In Defense of Food by Michael Pollan.
"Food is the one thing that Americans hate to love and, as it turns out, love to hate. What we want to eat has been ousted by the notion of what we should eat, and it's at this nexus of hunger and hang-up that Michael Pollan poses his most salient question: where is the food in our food? What follows in In Defense of Food is a series of wonderfully clear and thoughtful answers that help us omnivores navigate the nutritional minefield that's come to typify our food culture. Many processed foods vie for a spot in our grocery baskets, claiming to lower cholesterol, weight, glucose levels, you name it. Yet Pollan shows that these convenient "healthy" alternatives to whole foods are appallingly inconvenient: our health has a nation has only deteriorated since we started exiling carbs, fats--even fruits--from our daily meals. His razor-sharp analysis of the American diet (as well as its architects and its detractors) offers an inspiring glimpse of what it would be like if we could (a la Humpty Dumpty) put our food back together again and reconsider what it means to eat well. In a season filled with rallying cries to lose weight and be healthy, Pollan's call to action—"Eat food. Not too much. Mostly plants."--is a program I actually want to follow. --Anne Bartholomew" taken from Amazon.com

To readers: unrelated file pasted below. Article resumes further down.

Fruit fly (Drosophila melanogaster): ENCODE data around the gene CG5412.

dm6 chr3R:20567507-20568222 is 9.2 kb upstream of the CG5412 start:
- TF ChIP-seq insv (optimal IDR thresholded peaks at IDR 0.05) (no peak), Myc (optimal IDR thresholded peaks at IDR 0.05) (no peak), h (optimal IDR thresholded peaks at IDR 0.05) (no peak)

I want to start by saying that I'm not big on following any diet plan or restricting my food options. I heard this was a good, informative book & that's why I got it. As far as information goes, I was impressed & I have a feeling that I might end up quoting random facts that I learned from it. He does have a good point in that you should be eating whole, "real" foods & that what your food eats (in cases of meat & dairy) is just as important as what you eat. And we do have the option to eat things that are organic or grass-finished or raised without hormones, although we might have to go to special stores to get those items and pay 2-3 times more for them.
As far as what I'm going to take from this book, I know that I will be checking nutrition labels & choosing the items with a shorter, easily understood ingredient lists. And also at least checking the prices of the more natural meats & dairy products to see if I can swing the shift from the cheaper, more conventional options.
This is a good book, very interesting & informative. Keeps your attention quite well & has a sense of humor. Worth a read